I wrote my first book, Career Change, because I was so miserable in my day job that I would weep in the toilets at lunch-time, wondering what the hell I was doing with my life.
In today’s article, A.L.Michael shares how writing for therapy can change your life.
When people ask you why you write, you can probably answer immediately, can’t you? Because you love it, because it’s fun, because it’s your business, because it’s your escape.
I’ve known more than a few authors who have answered ‘because it’s my therapy.’
There are always two responses to this reason. There are the authors who treat their writing very seriously. Writing is their business, their job and it’s something to be respected. Not just anyone can do it.
The other response is a sigh and a smile: me too!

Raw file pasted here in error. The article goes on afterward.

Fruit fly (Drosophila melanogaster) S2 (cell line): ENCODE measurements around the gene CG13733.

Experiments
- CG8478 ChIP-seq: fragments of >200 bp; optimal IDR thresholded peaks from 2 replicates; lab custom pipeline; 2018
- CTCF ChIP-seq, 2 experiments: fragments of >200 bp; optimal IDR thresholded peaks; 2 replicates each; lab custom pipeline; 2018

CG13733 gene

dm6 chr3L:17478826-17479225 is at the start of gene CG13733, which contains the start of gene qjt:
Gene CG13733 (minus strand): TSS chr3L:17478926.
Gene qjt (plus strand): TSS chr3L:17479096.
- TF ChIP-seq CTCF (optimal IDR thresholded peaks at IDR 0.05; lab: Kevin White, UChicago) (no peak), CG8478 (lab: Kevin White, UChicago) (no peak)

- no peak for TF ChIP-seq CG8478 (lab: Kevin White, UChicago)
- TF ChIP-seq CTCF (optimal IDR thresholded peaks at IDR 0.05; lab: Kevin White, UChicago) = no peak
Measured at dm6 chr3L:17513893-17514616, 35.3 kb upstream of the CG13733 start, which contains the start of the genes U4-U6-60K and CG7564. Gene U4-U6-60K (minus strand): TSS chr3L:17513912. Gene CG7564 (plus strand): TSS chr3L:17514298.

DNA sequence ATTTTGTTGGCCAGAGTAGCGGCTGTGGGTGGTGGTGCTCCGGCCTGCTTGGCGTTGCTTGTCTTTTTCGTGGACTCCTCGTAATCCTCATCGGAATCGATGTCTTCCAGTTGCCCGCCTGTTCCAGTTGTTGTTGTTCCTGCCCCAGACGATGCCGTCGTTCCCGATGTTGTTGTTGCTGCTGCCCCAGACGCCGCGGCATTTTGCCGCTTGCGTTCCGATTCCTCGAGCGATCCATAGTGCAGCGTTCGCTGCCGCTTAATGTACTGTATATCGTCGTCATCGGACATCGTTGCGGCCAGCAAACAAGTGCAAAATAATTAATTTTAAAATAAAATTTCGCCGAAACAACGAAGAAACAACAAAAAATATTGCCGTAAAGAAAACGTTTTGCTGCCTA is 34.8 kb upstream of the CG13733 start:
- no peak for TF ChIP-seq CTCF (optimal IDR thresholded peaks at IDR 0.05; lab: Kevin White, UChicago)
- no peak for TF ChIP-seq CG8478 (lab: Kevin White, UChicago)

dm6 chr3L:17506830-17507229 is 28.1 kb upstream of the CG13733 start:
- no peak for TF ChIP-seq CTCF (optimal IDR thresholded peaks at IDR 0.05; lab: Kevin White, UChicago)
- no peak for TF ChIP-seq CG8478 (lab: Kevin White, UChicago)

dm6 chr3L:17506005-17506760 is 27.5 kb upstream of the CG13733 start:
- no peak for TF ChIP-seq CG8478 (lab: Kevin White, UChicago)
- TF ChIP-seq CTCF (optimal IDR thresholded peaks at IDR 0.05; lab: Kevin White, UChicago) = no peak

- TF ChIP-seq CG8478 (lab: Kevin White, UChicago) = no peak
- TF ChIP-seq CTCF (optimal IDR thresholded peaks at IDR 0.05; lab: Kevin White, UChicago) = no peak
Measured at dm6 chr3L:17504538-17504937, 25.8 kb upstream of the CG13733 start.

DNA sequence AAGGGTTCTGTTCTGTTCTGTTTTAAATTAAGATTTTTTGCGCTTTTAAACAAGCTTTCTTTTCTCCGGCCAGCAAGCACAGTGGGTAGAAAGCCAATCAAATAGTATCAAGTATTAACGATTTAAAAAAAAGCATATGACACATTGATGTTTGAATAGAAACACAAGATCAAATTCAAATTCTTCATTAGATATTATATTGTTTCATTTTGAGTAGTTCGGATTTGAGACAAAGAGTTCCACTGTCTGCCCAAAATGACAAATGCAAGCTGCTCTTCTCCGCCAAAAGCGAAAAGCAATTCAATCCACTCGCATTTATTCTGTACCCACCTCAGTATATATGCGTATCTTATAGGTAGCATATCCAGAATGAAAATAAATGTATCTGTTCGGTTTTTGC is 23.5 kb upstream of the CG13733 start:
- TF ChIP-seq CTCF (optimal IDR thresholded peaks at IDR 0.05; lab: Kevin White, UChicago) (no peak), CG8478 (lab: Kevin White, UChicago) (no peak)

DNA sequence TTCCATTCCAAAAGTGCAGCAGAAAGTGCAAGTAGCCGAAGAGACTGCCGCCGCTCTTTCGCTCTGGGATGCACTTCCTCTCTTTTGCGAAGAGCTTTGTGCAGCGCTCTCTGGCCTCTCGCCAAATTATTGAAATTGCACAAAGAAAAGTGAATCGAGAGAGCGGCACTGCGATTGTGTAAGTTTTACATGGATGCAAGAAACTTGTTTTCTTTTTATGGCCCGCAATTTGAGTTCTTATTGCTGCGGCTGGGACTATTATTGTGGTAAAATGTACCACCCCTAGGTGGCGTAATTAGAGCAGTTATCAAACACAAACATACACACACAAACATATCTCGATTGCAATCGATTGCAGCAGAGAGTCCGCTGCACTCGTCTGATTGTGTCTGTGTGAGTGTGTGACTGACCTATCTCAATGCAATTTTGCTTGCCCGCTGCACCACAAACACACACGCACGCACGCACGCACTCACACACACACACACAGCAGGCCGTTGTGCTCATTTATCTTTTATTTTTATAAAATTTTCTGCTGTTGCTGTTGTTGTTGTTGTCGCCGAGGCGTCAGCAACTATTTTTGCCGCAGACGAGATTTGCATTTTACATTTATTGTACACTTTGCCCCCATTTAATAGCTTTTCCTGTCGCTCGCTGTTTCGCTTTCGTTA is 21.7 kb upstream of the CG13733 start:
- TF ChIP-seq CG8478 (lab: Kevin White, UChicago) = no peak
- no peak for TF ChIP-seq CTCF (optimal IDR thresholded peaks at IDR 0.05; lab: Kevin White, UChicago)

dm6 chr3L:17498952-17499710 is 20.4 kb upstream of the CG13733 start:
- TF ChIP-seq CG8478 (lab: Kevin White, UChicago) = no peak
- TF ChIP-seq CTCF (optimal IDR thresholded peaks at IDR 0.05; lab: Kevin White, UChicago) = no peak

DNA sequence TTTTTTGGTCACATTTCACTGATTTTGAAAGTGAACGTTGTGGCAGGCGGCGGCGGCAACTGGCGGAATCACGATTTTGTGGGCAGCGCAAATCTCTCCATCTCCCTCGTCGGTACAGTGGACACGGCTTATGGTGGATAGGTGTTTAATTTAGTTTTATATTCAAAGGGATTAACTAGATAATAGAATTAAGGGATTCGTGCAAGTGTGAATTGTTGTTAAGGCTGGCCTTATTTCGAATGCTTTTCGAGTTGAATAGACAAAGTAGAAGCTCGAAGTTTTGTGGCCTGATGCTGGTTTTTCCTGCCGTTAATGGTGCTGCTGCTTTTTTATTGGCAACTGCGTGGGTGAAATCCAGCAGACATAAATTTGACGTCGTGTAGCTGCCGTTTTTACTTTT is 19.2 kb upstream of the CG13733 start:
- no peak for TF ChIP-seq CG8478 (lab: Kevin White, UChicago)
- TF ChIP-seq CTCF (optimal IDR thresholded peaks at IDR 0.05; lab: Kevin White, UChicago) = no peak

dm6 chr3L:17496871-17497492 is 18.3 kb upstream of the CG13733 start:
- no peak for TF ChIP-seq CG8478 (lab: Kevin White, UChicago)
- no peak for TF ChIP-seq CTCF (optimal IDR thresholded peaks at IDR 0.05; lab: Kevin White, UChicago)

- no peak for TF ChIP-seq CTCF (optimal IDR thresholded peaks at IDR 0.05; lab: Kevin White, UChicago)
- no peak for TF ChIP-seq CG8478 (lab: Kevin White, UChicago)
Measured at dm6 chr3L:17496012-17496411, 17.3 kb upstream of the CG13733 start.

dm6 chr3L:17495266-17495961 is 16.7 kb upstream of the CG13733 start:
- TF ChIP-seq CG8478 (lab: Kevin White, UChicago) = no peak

I will tell you this – I used to be in the first camp. I trained in writing, I spent hours writing and editing and adapting, struggling to weave something out of an unholy mess of ideas and words.
Writing may be fun, sometimes, but I had no desire to write my feelings out on the page. I didn’t do therapy. I wrote fiction. Fiction was not for expressing your feelings, it was for bringing them out in your readers.
I was doing perfectly fine thank you very much.
And then I discovered CWTP – creative writing for therapeutic purposes. Which destroyed my whole concept of what writing was.
- Writing has been proven to have a positive effect on your mental health; and,
- Anyone can do it.
How is writing good for you?
One of the most powerful pieces of research in this field was undertaken by researcher James Pennebaker – he got a group of people to spend 20 minutes a day writing expressively.
By expressive, he meant they had to write about something that evoked an emotional response, usually something traumatic or upsetting. He then had a control group who wrote about things they had no connection to.
The result? Those writing about non-emotional subjects experienced no difference, but those who wrote expressively visited the doctors less – they literally felt better.